Finding calm amidst the holiday chaos

Let’s begin by remembering that emotional contagion is real – we are influenced by the emotional state of others especially when strong emotions are present.

So if we as parents and caregivers can hold a steady base of emotional stability as often as possible and create some self-nurturing practices it will make a positive impact on your family.

Mastering the art of de-escalation with an unexpected hug, a moment of novelty with a funny face, fake fangs, a tiara or a loud fart (especially for boys) can really help children who are struggling with a high level of the stress hormone cortisol!

Please make sleep a priority during the holidays as tired kids make for more melt downs. Set up a holiday routine and ensure no screens in bedrooms. Have a two-hour gap from small screens before bed and lots of time outside to ensure healthy levels of melatonin are maintained. Rest time every day also helps tired kids re group energetically.

Care for Grown Ups

  1. Claim some ‘me’ time ahead of time – make time to have a massage, pedicure, manicure, haircut, gym visit, yoga class, walk or run in nature. If money is tight – swap some time with a good friend or family member. For dads maybe a nap, a surf, a game of golf or any of the aforementioned options. Essentially this time is a time to receive rather than give.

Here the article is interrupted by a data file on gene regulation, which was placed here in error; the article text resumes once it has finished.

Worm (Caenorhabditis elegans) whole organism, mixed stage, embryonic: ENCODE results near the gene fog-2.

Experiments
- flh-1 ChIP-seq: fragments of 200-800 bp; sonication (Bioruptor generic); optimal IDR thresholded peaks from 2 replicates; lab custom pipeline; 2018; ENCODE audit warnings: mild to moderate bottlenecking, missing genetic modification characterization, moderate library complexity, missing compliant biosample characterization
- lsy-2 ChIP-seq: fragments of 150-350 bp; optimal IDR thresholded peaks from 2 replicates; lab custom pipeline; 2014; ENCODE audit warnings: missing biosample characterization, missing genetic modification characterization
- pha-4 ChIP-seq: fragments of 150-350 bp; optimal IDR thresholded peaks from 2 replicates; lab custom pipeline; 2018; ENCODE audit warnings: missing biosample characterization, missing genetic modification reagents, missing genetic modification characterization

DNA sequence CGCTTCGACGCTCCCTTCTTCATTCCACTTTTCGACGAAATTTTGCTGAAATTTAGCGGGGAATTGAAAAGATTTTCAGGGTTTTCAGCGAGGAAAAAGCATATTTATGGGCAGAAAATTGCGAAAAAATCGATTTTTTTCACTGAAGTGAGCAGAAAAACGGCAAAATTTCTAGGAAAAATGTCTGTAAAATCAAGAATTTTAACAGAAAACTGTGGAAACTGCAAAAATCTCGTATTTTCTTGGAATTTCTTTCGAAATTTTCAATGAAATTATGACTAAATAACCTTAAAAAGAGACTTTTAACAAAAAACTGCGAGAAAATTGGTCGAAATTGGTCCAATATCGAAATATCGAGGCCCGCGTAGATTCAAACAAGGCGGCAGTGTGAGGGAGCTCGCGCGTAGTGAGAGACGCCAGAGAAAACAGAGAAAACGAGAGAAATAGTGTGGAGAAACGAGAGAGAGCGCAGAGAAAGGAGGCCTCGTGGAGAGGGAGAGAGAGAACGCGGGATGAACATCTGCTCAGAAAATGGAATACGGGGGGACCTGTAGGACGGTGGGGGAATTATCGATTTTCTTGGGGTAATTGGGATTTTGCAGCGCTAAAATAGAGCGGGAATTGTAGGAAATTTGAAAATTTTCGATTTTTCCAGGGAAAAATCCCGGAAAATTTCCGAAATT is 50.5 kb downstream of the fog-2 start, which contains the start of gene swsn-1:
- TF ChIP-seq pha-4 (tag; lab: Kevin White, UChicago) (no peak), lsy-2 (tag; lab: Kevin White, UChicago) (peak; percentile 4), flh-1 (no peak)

2. Have a date night or day by swapping with other friends – spending some quality time with your partner can do wonders for your soul.
  3. Relax some of your high expectations around house tidiness – have bed-free days when kids can leave beds unmade and toys scattered. Use that time for a fun activity with the family.
  4. It’s OK to lock yourself in your bedroom or the toilet for a few minutes of peace – from time to time – as it helps you regroup energetically and calm down.
  5. Pause when you have a cuppa and ask your children to ‘allow’ you to have a calm cuppa.
  6. For mums use my free audio Moonlight Relaxation for mums at least 3 times a week.
  7. Consider getting a fish tank and place a calm-down chair in front of it.
  8. If you are feeling overwhelmed consider booking your kids into holiday programs or OSHC – they are trained to keep kids busy and having fun.

Care for Kids

First, it is a good time to read, or revisit, this article:

Childhood stress: Why (and how) we all need to calm down

And remember these things…

  1. Breathe deeply and often and encourage your children to do the same.
  2. Master the Parental Pause.
  3. Leave all phones and devices in a family storage box as often as possible.
  4. Have some go-slow days, chill out days or PJ days where there is no outside activity planned. If you can also have a technology free day that day – you can play cards, do easy craft, play board games while still in PJs.
  5. Gently and slowly tickle the tickle spot high up on the back at the base of the neck, above the shoulder blades.
  6. Do gentle ‘Round and Round the Garden’ in palm of child’s hand.